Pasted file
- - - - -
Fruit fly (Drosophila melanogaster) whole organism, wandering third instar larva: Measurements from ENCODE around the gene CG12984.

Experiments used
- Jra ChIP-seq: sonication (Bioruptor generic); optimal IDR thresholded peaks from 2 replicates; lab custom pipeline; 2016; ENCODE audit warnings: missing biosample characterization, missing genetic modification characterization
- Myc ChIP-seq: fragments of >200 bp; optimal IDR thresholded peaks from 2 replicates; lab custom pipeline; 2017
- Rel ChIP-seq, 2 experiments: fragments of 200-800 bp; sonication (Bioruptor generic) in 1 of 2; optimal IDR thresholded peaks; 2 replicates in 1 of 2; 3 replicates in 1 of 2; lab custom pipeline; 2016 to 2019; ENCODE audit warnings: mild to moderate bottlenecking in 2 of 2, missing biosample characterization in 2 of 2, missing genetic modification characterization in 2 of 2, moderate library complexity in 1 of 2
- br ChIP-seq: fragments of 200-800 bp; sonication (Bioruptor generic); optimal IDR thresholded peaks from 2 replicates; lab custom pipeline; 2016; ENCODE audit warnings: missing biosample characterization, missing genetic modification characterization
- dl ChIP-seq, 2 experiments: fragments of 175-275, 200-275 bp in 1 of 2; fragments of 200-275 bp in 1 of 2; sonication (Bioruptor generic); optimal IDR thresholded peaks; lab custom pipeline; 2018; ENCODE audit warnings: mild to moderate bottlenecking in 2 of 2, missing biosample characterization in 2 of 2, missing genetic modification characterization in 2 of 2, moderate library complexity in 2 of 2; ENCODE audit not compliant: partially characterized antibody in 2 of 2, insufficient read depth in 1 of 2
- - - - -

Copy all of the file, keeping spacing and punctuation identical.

Fruit fly (Drosophila melanogaster) whole organism, wandering third instar larva: Measurements from ENCODE around the gene CG12984.

Experiments used
- Jra ChIP-seq: sonication (Bioruptor generic); optimal IDR thresholded peaks from 2 replicates; lab custom pipeline; 2016; ENCODE audit warnings: missing biosample characterization, missing genetic modification characterization
- Myc ChIP-seq: fragments of >200 bp; optimal IDR thresholded peaks from 2 replicates; lab custom pipeline; 2017
- Rel ChIP-seq, 2 experiments: fragments of 200-800 bp; sonication (Bioruptor generic) in 1 of 2; optimal IDR thresholded peaks; 2 replicates in 1 of 2; 3 replicates in 1 of 2; lab custom pipeline; 2016 to 2019; ENCODE audit warnings: mild to moderate bottlenecking in 2 of 2, missing biosample characterization in 2 of 2, missing genetic modification characterization in 2 of 2, moderate library complexity in 1 of 2
- br ChIP-seq: fragments of 200-800 bp; sonication (Bioruptor generic); optimal IDR thresholded peaks from 2 replicates; lab custom pipeline; 2016; ENCODE audit warnings: missing biosample characterization, missing genetic modification characterization
- dl ChIP-seq, 2 experiments: fragments of 175-275, 200-275 bp in 1 of 2; fragments of 200-275 bp in 1 of 2; sonication (Bioruptor generic); optimal IDR thresholded peaks; lab custom pipeline; 2018; ENCODE audit warnings: mild to moderate bottlenecking in 2 of 2, missing biosample characterization in 2 of 2, missing genetic modification characterization in 2 of 2, moderate library complexity in 2 of 2; ENCODE audit not compliant: partially characterized antibody in 2 of 2, insufficient read depth in 1 of 2